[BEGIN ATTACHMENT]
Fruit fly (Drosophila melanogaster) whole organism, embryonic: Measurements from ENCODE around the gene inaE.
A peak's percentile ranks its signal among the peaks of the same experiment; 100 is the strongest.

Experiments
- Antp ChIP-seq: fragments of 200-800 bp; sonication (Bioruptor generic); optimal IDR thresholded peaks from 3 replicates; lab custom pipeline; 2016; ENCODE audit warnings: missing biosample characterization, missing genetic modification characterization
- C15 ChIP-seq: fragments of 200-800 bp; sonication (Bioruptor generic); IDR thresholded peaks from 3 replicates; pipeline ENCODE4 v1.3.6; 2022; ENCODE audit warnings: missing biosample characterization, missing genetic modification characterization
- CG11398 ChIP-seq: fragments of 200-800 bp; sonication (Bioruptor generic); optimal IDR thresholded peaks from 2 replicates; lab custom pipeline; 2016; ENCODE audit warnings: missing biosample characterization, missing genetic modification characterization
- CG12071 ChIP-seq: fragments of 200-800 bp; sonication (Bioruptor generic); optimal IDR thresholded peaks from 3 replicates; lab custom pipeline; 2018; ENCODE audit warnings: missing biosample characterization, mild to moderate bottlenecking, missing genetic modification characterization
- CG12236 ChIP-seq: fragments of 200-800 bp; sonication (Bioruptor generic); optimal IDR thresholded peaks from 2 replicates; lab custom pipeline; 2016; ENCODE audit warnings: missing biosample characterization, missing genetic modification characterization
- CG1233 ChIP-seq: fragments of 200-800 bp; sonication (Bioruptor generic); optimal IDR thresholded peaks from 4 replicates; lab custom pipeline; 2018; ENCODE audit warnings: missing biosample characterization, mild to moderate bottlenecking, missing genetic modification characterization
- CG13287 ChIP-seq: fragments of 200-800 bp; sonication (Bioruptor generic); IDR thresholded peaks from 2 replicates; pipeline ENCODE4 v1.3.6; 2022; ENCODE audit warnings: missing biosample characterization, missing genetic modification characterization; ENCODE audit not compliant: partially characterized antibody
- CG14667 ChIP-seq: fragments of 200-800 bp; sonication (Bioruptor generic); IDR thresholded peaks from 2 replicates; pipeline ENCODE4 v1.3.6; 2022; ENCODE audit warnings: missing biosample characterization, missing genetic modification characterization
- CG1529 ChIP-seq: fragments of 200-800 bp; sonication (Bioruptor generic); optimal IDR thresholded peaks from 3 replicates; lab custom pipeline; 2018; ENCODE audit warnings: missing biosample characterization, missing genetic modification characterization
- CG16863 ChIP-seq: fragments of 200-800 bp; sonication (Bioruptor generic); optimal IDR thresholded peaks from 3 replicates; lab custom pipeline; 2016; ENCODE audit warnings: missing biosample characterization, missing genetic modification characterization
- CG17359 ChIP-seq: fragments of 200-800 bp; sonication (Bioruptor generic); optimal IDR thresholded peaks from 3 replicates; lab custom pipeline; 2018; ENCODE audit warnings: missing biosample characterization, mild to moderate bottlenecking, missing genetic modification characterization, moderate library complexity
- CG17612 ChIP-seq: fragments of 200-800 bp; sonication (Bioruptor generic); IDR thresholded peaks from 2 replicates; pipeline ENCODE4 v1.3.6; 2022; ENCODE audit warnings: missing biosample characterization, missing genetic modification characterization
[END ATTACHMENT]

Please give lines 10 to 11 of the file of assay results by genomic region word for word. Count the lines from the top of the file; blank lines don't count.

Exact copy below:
- CG13287 ChIP-seq: fragments of 200-800 bp; sonication (Bioruptor generic); IDR thresholded peaks from 2 replicates; pipeline ENCODE4 v1.3.6; 2022; ENCODE audit warnings: missing biosample characterization, missing genetic modification characterization; ENCODE audit not compliant: partially characterized antibody
- CG14667 ChIP-seq: fragments of 200-800 bp; sonication (Bioruptor generic); IDR thresholded peaks from 2 replicates; pipeline ENCODE4 v1.3.6; 2022; ENCODE audit warnings: missing biosample characterization, missing genetic modification characterization